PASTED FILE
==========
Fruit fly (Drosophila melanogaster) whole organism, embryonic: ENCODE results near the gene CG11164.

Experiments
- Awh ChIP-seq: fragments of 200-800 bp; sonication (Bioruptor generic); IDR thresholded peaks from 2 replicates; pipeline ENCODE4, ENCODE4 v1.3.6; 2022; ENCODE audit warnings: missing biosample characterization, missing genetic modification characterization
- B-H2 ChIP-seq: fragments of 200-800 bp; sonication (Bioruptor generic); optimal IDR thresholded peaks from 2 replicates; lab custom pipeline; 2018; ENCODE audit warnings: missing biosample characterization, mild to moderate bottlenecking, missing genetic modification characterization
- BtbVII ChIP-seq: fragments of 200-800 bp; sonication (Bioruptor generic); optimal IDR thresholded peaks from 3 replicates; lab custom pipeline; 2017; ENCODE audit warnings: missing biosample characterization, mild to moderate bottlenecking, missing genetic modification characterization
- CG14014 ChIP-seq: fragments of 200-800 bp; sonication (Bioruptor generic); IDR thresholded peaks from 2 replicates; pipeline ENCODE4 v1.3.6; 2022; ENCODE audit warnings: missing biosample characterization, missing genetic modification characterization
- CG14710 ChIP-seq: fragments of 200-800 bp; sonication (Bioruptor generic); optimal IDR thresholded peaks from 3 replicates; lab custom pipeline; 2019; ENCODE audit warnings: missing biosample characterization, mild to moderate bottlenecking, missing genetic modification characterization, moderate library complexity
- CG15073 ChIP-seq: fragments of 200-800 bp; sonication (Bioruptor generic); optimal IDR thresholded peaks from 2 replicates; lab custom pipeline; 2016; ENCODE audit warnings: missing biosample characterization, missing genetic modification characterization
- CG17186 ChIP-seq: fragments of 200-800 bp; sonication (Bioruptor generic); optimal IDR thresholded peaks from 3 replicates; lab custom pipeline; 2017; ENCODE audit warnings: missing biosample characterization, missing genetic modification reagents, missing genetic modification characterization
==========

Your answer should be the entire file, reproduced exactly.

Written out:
Fruit fly (Drosophila melanogaster) whole organism, embryonic: ENCODE results near the gene CG11164.

Experiments
- Awh ChIP-seq: fragments of 200-800 bp; sonication (Bioruptor generic); IDR thresholded peaks from 2 replicates; pipeline ENCODE4, ENCODE4 v1.3.6; 2022; ENCODE audit warnings: missing biosample characterization, missing genetic modification characterization
- B-H2 ChIP-seq: fragments of 200-800 bp; sonication (Bioruptor generic); optimal IDR thresholded peaks from 2 replicates; lab custom pipeline; 2018; ENCODE audit warnings: missing biosample characterization, mild to moderate bottlenecking, missing genetic modification characterization
- BtbVII ChIP-seq: fragments of 200-800 bp; sonication (Bioruptor generic); optimal IDR thresholded peaks from 3 replicates; lab custom pipeline; 2017; ENCODE audit warnings: missing biosample characterization, mild to moderate bottlenecking, missing genetic modification characterization
- CG14014 ChIP-seq: fragments of 200-800 bp; sonication (Bioruptor generic); IDR thresholded peaks from 2 replicates; pipeline ENCODE4 v1.3.6; 2022; ENCODE audit warnings: missing biosample characterization, missing genetic modification characterization
- CG14710 ChIP-seq: fragments of 200-800 bp; sonication (Bioruptor generic); optimal IDR thresholded peaks from 3 replicates; lab custom pipeline; 2019; ENCODE audit warnings: missing biosample characterization, mild to moderate bottlenecking, missing genetic modification characterization, moderate library complexity
- CG15073 ChIP-seq: fragments of 200-800 bp; sonication (Bioruptor generic); optimal IDR thresholded peaks from 2 replicates; lab custom pipeline; 2016; ENCODE audit warnings: missing biosample characterization, missing genetic modification characterization
- CG17186 ChIP-seq: fragments of 200-800 bp; sonication (Bioruptor generic); optimal IDR thresholded peaks from 3 replicates; lab custom pipeline; 2017; ENCODE audit warnings: missing biosample characterization, missing genetic modification reagents, missing genetic modification characterization